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On 24 June 2015 - 8:47pm

The February 2015 OECD report Social Impact Investment – Building The Evidence Base described ‘Social Impact Investment’ as:  “the provision of finance to organisations addressing social needs with the explicit expectation of a measurable social, as well as financial, return”.  On that basis, there’s not much ‘Social Impact Investment’ going on in the UK social investment market.

Oranges & Lemons, written by Investing for Good and funded by Big Society Capital and the Esmee Fairbairn Foundation, is an assessment of ‘The State of Play of Impact Measurement among UK Social Investment Finance Intermediaries’ (SIFIs).

The report, published earlier this month, is probably not one that will attract significant numbers of readers working for frontline charities and social enterprises; many face a tough choice ...more

On 28 May 2015 - 7:39pm

If there’s one thing worse the swingeing cuts to public services, it’s the expectation of more swingeing cuts to public services and the evidence so far suggests both local and national battles for resources are going to get messy.

In one recent example, many will sympathise with the desire of health campaigners and GPs in the London Borough of Hackney to campaign for as much funding as possible allocated to frontline health services but some may question whether slagging off council funding for specialist voluntary sector public health initiatives is the most useful way of making that point.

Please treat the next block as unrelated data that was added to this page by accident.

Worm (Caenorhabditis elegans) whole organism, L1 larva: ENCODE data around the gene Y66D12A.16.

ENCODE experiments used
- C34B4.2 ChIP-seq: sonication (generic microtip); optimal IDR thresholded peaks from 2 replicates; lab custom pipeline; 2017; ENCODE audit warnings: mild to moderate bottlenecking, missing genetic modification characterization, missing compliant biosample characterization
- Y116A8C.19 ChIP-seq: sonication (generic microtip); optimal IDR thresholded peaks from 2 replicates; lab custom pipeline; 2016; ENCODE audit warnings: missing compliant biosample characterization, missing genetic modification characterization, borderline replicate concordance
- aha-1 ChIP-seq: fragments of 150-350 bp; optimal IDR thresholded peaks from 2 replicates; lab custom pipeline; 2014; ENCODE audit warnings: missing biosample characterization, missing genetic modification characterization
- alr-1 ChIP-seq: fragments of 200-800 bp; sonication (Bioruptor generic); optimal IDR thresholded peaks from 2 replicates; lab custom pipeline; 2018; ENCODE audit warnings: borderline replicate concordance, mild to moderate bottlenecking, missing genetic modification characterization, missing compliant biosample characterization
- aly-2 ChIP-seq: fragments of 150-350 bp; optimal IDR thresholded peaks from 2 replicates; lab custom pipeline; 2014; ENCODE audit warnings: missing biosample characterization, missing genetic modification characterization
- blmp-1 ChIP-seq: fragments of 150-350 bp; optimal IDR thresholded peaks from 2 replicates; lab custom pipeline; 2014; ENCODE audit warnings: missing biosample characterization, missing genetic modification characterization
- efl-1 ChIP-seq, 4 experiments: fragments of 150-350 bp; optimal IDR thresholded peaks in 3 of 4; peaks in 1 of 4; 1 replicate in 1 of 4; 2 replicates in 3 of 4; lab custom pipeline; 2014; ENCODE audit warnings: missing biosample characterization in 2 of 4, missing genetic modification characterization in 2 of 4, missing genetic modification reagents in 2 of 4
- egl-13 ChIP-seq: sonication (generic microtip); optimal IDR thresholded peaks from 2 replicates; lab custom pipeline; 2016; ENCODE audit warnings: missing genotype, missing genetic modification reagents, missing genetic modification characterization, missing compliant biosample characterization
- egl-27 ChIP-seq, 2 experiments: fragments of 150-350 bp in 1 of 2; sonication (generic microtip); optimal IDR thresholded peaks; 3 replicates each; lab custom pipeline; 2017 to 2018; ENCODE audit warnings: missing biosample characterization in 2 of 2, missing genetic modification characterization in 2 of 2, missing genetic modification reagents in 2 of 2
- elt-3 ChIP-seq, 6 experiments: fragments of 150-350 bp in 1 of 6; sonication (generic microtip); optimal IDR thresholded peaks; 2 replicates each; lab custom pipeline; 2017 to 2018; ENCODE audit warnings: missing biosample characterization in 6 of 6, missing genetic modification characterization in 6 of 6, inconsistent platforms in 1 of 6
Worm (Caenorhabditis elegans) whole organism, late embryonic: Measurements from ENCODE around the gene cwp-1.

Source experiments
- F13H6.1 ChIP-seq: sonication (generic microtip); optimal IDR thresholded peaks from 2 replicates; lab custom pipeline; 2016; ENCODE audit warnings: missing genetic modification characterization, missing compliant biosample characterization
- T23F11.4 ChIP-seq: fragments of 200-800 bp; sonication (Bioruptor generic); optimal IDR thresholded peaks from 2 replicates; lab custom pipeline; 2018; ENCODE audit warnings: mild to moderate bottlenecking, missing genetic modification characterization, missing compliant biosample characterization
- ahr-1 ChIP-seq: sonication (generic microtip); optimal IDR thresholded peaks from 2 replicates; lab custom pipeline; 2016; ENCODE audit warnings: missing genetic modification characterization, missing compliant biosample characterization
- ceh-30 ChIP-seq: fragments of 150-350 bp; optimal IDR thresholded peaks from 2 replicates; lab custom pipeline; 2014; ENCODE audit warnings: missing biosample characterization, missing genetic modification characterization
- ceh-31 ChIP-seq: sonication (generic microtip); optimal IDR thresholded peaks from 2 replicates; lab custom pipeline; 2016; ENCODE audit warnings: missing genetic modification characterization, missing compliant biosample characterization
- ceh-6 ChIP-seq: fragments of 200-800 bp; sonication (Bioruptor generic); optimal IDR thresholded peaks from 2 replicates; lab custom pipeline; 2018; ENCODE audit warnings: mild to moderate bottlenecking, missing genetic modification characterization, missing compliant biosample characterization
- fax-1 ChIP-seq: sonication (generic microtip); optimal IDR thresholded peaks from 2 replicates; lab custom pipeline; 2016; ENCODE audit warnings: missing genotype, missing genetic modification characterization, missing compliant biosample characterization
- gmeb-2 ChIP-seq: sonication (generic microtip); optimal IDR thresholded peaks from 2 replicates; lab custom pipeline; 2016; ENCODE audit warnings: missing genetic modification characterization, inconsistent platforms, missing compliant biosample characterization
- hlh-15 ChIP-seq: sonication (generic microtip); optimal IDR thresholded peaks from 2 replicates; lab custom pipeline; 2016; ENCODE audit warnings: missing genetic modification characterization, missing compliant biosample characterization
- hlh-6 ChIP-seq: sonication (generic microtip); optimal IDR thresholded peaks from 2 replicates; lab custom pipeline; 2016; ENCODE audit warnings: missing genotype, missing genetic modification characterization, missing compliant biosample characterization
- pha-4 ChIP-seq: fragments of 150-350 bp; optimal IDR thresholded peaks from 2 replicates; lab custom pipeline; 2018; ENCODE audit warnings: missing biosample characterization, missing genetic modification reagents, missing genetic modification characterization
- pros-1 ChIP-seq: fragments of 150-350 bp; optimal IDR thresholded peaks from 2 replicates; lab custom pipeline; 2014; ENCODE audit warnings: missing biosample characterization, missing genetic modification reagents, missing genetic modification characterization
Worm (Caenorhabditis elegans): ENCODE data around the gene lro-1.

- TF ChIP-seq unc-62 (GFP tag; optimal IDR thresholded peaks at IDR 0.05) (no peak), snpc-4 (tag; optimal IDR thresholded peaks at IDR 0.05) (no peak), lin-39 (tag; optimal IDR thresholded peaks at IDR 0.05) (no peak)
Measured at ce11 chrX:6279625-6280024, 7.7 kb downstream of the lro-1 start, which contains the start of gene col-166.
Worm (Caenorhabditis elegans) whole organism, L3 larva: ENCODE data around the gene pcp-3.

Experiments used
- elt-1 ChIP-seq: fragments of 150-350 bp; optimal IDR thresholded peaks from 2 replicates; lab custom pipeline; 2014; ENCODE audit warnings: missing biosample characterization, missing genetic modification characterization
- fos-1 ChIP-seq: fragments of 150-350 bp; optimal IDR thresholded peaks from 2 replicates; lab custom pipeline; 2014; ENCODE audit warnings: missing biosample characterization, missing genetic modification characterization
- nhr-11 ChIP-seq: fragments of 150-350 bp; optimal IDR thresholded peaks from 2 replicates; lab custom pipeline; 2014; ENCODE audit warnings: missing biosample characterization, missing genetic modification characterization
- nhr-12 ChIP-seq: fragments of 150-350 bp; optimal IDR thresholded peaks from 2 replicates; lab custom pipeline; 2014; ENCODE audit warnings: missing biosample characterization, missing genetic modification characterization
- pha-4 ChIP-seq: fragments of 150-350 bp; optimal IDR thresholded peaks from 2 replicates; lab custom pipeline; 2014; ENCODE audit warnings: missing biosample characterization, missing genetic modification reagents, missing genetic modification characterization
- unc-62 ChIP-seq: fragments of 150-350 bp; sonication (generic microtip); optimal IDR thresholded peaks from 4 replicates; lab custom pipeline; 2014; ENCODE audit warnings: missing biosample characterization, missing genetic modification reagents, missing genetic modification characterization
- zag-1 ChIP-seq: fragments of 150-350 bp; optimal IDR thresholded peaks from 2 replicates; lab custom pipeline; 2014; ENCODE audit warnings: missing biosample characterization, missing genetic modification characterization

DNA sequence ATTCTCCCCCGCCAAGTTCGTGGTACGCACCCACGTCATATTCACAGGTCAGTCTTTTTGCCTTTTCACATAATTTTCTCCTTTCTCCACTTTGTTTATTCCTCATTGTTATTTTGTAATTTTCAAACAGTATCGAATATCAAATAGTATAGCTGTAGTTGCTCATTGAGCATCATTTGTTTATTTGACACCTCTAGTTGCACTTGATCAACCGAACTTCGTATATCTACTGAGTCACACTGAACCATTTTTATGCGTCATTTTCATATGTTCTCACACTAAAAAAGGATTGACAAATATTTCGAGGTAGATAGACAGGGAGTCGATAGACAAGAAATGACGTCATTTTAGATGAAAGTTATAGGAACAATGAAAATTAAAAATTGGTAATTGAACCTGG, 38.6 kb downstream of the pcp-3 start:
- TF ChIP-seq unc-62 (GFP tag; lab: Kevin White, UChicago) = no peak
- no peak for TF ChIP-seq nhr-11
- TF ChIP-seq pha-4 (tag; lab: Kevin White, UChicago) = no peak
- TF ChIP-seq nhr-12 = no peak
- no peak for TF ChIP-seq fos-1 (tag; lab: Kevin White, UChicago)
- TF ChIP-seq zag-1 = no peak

Last week’s Hackney Gazette saw local campaign group, Hackney Coalition To Save the NHS take aim at Hackney Council’s ...more

On 29 April 2015 - 4:38pm

I haven’t been blogging much over the past few months, due to my work on the (now published) report of The Alternative Commission on Social Investment. There’s been lots of reports, events and launches during that time that are worth catching up so, while I’ll also hopefully be responding to new stuff, I’m going to be posting a few delayed responses to February and March’s biggest stories!

Those tracking the rise of ‘big data’ will have been particularly interested in this Civil Society story from early March, which saw Directory of Social Change boss Debra ...more

On 30 March 2015 - 6:49pm

Some readers may have noticed that there hasn’t been a blog post here for a while. That’s not because there hasn’t been anything going on in UK social enterprise, it’s because I’ve been working on a project called The Alternative Commission on Social Investment. The press release below explains what it’s all about.

Our report is out now: the full version is here and there’s a shorter version here.

It would be great to hear what you think – either via email or below.

Normal blogging service will be resumed shortly.

NEWS RELEASE – FOR RELEASE AT MIDNIGHT THURSDAY 26th MARCH 2015 ...more

On 27 January 2015 - 1:17pm

Social investment finance intermediaries, often known by the acronym, SIFIs, don’t generally enjoy a positive reputation among UK charities and social enterprises. As with MPs, many of us like and respect SIFIs and their employees individually but the emerging industry is not popular.

That’s mainly because, since social investment hit us (in a big way) in 2012, there’s at least been a perception that the government (in particular) has put loads of money into subsidising the process of and support for social investment, while not spending enough making social investment affordable or useful for charities and social enterprises.